Red Cliffs, Sunday
I am sitting out in front of the hut writing in the moonlight. I went over to the Nursery camp & got your two letters of the 7th & 10th. Your letters mean so much to me darl, not the writing itself but all the goodness of heart that prompts you to write. I would have liked to be as regular with my letters to you but at present it is impossible. I don’t think there is a day passes that I don’t think of you & oh I am just longing to have my arms around you & forget all the cares & worries of this life. I have been very optimistic about everything up till now but I am gradually being converted into not a pessimist but rather a fatalist.
The fill keeps breaking & the water just seems to keep out of our grasp. The chap I had with me has gone back to Swan Hill so I am on my own. You will be wondering if I had a quarrel. No. he went of his own accord & I am very pleased as I have given up batching & am now boarding with Mrs Jones. I am up to my eyes in work & I felt too tired to bother cooking anyway it is impossible here in the Summer. It has been frightfully hot for over a week now & the mosquitoes are bad at night. I have hundreds of bites while I have been writing. I have about two days before I finish pegging out. The head ditch I made is all filled again. The wind blows clouds of sand from off the block & consequently all holes & ditches get filled in. It was too blessed hot to work today. I generally cut pegs at night. I have used about 5000 & I still need about 2000.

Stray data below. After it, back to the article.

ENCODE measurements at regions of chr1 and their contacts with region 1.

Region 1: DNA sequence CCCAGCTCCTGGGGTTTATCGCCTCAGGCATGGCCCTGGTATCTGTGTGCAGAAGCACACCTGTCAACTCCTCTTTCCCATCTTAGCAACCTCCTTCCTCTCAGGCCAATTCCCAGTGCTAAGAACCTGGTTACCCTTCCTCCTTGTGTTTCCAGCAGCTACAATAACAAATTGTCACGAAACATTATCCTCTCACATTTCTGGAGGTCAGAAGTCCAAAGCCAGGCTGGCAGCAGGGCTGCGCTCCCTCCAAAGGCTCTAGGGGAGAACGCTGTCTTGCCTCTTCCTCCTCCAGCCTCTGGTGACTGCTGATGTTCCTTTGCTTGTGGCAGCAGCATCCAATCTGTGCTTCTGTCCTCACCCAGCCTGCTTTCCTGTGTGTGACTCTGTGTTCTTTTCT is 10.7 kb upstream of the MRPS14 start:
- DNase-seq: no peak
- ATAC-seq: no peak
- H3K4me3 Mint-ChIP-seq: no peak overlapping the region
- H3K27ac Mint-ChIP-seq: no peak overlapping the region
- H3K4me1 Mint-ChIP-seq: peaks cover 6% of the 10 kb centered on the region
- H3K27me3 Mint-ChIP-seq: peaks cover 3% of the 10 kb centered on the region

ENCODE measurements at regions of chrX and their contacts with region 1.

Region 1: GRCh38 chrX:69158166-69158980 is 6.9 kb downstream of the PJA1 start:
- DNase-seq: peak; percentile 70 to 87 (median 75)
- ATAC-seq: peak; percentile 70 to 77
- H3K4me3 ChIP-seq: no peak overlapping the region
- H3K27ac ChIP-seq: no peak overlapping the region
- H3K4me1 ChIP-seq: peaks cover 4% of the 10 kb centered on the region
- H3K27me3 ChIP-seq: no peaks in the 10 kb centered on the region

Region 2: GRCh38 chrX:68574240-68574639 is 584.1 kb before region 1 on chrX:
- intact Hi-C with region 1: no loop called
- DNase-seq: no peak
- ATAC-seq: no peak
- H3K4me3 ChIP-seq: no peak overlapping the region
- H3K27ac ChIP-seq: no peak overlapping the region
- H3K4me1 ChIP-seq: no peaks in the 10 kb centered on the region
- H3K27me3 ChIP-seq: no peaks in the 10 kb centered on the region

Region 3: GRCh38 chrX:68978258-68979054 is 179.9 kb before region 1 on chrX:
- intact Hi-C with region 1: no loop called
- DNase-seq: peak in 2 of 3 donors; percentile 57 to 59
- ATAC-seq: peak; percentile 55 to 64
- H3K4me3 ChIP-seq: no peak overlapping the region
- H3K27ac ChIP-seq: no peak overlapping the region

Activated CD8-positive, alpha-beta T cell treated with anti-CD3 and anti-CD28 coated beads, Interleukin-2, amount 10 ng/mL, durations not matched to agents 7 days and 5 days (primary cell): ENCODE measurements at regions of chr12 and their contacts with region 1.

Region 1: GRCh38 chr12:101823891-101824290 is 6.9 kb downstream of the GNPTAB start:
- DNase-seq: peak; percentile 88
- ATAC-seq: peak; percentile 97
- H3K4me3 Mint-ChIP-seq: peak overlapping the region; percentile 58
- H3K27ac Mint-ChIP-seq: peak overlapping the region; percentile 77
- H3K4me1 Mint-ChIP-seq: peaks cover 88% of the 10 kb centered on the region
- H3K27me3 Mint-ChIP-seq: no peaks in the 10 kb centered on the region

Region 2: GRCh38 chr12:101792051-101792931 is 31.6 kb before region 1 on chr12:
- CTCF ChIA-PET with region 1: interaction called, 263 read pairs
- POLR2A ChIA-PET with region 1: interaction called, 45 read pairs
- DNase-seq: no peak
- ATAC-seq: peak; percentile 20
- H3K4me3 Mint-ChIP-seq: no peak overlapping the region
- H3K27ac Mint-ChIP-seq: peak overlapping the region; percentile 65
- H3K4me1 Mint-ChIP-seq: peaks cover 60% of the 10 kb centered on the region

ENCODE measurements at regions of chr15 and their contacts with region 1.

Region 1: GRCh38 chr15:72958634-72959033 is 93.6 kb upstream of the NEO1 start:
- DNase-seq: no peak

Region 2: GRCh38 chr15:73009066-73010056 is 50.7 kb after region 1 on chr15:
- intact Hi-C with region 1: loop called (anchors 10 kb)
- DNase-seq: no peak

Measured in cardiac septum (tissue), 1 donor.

Did I forget to mention about your cakes darl. What an ungrateful fool you will think I am; they were very nice darl. I won’t tell a lie & say they come up to Lil’s but with a few lessons (from me) you will be an A1 cook in fact I would like you to commence your job of cook on this ranch as soon as you like. I want to write a lot more. Tonight I seem to feel that you are near me & that you are thinking of me but the blessed mosquitoes are eating me alive so goodnight my beloved. Give my love to your mother & kindest regards to your dad & a heart full of love from Yours ever, Oz.
(This is an undated letter from Oz to Myrtle that we found in the suitcase - most likely written toward the end of 1921)
Letters written by Oz Edwards to Myrtle McCoughtry before, during and after WWI. Gradually being transcribed by Katy Mutton. Generously shared by their granddaughter Pam Shugg and her family. The majority have remained unread for decades.